Thursday, May 10, 2012
Yesterday, President Obama made his support for gay marriage official. He said he has "evolved." Yeah, okay. I was not surprised at this flip-flop. I never believed him when he said he believed that marriage was the sacred institution between a man and a woman. The consummate politician who will tell people what he thinks they want to hear, he was just saying what he had to say. Now, he has said something else, despite his prior assertion that "as a Christian" he did not support same-sex marriage. It was only a matter of time, I knew, before he changed his position. Well, time expired yesterday, apparently.
Today, Bristol Palin blogged about the issue. She called it "Hail to the Chiefs – Malia and Sasha Obama"
She points out one thing that is so common sense, it's as plain as the nose on anyone's face. President Obama allowed his young daughters' opinions to help shape his, he said--the opinion, remember, that supposedly had to do with his faith. However, doesn't it stand to reason that President Obama would, as the parent, hope to shape his children's opinions, rather than having his opinion shaped by theirs? After all, he is the adult, right?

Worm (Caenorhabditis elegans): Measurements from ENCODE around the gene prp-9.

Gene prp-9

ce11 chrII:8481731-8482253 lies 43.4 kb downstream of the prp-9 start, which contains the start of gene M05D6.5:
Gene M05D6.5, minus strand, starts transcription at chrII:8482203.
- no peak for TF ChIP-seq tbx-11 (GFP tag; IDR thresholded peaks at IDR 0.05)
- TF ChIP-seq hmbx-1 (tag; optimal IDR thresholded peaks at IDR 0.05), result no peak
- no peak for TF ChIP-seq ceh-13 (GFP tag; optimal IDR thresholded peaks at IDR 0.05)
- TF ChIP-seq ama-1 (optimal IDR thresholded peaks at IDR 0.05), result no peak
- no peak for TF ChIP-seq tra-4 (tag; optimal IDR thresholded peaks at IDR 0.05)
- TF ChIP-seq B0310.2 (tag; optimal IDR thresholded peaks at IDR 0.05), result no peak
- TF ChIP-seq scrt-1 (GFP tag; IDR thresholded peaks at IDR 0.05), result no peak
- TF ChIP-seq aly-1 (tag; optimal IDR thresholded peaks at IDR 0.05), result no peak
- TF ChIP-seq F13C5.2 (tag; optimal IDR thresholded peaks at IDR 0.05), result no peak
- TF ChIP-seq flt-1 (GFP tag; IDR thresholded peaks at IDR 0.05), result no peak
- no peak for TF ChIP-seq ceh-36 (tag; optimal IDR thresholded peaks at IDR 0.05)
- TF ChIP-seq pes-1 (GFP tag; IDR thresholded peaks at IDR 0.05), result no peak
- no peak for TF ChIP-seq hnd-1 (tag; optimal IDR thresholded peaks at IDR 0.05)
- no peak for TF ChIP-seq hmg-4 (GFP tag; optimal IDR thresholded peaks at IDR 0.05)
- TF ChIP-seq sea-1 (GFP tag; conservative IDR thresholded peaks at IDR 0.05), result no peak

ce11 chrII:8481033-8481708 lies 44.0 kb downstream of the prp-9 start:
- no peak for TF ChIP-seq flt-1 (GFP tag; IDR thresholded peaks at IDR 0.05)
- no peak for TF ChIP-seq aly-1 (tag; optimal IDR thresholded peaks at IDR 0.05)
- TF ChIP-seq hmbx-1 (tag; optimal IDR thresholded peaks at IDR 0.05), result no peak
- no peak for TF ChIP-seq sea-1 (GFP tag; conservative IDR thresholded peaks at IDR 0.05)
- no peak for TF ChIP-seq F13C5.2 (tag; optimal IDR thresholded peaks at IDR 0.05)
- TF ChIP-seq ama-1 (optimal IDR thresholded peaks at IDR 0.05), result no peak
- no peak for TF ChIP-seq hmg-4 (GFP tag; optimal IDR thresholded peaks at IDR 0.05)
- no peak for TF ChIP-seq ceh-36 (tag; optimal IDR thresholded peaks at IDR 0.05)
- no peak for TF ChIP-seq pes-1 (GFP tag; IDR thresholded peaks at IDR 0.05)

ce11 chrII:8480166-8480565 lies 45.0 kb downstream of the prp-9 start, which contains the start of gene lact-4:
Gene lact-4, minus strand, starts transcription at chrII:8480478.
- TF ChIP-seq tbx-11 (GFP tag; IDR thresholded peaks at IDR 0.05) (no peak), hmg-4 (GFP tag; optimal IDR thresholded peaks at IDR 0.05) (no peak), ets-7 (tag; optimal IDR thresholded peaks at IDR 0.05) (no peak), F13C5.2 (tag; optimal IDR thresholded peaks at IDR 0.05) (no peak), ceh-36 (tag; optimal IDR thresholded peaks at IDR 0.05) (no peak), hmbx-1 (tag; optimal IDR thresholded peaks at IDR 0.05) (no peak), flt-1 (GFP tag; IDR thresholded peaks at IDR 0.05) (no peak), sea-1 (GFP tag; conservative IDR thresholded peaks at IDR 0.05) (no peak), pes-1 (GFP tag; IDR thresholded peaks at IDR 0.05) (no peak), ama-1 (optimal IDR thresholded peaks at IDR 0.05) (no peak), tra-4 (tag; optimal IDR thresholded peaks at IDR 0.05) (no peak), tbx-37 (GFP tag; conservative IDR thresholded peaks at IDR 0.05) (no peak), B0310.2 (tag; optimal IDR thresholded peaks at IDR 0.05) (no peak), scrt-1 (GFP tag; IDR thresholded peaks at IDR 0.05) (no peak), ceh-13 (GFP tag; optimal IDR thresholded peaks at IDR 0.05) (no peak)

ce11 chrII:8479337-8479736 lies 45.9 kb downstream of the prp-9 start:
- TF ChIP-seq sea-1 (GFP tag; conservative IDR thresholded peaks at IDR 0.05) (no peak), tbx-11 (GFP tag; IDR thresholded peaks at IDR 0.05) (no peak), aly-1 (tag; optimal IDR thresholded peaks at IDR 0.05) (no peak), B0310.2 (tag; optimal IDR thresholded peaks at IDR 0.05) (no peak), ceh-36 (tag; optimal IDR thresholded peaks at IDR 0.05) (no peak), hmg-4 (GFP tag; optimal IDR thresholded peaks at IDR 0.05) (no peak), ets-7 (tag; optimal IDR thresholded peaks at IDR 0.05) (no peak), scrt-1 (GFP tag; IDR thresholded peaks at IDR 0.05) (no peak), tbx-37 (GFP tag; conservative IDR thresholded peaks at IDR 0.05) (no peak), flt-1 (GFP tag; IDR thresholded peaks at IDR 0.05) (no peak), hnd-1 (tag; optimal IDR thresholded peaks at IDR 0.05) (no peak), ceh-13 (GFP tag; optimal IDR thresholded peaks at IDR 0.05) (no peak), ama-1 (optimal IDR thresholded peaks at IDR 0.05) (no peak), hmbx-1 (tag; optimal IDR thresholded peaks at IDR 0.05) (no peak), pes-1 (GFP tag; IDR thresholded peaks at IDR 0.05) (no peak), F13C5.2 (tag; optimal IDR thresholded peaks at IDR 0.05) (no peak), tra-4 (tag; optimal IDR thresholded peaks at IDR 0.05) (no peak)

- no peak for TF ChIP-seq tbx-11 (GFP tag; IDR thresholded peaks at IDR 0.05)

Is anyone really surprised by the fact that President Obama came out of the closet for gay marriage? What was most surprising is when he explained how his position (supposedly) “evolved,” by talking to his wife and daughters:
So are all those reporters who feared excessive family intervention in the White House all up in arms over the President’s announcement yesterday? Um. Not quite.
Liberals everywhere are applauding him for his bravery and his wisdom.
So let me get this straight – it’s a problem if my mom listened too much to my dad, but it’s a heroic act if the President made a massive change in a policy position that could affect the entire nation after consulting with his teenage daughters?
While it’s great to listen to your kids’ ideas, there’s also a time when dads simply need to be dads. In this case, it would’ve been helpful for him to explain to Malia and Sasha that while her friends parents are no doubt lovely people, that’s not a reason to change thousands of years of thinking about marriage. Or that – as great as her friends may be – we know that in general kids do better growing up in a mother/father home. Ideally, fathers help shape their kids’ worldview.
Sometimes dads should lead their family in the right ways of thinking. In this case, it would’ve been nice if the President would’ve been an actual leader and helped shape their thoughts instead of merely reflecting what many teenagers think after one too many episodes of Glee.